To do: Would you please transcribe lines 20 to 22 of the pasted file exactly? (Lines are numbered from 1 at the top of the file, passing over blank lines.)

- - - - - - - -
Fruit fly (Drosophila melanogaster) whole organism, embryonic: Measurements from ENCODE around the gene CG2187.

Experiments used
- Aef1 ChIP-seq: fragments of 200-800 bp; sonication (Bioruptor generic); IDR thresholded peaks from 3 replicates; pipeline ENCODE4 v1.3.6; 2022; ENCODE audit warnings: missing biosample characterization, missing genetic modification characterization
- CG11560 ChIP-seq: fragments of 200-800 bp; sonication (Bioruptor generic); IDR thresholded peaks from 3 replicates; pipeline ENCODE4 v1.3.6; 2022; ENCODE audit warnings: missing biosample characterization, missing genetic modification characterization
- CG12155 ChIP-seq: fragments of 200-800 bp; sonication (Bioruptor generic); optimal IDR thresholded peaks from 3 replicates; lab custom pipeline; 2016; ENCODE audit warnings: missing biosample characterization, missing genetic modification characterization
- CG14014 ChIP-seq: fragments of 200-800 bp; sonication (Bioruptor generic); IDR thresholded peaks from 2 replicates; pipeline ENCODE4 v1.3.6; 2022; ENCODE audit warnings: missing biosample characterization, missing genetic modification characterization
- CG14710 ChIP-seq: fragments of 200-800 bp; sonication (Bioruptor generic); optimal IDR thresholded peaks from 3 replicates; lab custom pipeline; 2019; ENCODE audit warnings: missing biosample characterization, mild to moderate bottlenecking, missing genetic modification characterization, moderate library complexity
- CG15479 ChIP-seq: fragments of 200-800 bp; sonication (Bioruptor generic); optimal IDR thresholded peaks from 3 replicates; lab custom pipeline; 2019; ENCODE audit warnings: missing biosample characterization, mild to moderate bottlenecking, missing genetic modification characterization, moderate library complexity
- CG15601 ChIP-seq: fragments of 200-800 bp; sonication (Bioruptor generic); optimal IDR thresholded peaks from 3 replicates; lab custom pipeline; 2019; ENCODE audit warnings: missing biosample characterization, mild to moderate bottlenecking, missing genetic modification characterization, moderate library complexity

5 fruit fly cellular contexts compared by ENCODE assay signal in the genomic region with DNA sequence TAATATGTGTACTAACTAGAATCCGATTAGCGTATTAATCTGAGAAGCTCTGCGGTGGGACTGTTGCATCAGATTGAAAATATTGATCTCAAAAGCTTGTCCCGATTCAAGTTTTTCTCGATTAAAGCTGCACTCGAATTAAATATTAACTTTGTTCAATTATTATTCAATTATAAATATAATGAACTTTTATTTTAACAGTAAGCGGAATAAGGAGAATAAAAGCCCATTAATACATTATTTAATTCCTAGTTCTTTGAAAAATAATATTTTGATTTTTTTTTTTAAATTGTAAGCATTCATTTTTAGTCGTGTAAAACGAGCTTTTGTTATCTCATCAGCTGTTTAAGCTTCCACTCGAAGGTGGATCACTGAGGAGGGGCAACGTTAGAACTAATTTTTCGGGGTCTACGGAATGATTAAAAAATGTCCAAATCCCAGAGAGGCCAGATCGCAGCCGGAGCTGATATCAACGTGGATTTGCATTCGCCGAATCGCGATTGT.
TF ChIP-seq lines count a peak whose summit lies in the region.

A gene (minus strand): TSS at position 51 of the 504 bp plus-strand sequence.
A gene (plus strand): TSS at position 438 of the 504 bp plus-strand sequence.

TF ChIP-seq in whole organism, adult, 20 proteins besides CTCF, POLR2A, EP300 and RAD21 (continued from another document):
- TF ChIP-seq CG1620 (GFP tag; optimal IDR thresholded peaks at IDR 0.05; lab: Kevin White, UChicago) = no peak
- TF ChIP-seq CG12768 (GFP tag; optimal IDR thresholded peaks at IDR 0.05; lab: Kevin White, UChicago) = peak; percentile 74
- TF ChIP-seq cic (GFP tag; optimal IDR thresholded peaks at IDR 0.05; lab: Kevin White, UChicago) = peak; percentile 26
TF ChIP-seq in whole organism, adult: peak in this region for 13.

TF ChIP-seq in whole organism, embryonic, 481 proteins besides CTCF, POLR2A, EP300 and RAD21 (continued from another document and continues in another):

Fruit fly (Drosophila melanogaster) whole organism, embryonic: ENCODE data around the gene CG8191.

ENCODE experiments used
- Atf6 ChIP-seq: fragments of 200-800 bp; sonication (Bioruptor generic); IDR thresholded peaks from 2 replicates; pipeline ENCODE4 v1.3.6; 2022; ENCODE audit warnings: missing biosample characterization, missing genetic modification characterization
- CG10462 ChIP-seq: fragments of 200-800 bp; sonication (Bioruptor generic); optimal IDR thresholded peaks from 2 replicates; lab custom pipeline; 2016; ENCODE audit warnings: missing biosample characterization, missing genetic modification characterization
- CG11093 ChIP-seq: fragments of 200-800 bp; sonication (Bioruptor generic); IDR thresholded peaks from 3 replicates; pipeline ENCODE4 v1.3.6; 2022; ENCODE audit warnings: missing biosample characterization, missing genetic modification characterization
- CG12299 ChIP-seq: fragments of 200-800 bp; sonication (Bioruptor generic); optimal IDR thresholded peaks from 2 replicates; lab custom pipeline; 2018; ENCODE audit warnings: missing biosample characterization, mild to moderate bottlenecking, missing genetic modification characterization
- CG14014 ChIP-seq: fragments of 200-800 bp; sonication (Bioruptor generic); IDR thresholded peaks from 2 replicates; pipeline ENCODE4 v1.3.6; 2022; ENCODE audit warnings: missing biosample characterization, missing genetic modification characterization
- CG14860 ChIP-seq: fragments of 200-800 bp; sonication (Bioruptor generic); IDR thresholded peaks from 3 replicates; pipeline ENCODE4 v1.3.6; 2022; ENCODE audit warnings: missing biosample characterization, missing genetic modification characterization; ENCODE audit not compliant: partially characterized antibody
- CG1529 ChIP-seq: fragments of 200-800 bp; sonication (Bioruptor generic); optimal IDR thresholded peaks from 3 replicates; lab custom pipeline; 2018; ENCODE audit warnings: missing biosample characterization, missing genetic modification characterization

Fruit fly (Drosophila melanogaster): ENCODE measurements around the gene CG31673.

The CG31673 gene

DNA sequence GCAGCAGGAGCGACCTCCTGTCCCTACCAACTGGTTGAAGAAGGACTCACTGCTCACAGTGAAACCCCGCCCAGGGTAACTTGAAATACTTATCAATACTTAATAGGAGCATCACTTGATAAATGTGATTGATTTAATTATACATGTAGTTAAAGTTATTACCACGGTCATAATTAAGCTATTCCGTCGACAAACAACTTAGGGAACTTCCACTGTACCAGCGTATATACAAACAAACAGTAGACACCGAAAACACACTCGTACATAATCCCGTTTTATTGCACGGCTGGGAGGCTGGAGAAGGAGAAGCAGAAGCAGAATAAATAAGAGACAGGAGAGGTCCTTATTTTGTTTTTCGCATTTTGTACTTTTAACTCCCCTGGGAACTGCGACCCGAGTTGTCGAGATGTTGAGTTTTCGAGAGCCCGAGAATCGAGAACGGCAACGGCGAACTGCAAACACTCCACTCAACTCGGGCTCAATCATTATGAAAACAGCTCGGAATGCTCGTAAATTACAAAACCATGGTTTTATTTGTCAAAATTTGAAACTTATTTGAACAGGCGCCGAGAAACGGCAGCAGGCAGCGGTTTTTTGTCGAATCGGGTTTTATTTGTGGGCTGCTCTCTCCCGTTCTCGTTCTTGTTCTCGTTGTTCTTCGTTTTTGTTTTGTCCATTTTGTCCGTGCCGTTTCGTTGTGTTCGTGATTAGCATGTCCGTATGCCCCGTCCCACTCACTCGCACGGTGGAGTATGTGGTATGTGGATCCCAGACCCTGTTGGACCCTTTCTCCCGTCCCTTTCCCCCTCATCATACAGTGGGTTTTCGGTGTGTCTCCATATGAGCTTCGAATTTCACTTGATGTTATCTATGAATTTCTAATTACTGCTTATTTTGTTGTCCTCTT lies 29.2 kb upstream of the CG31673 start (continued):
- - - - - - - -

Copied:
Fruit fly (Drosophila melanogaster) whole organism, embryonic: ENCODE data around the gene CG8191.

ENCODE experiments used
- Atf6 ChIP-seq: fragments of 200-800 bp; sonication (Bioruptor generic); IDR thresholded peaks from 2 replicates; pipeline ENCODE4 v1.3.6; 2022; ENCODE audit warnings: missing biosample characterization, missing genetic modification characterization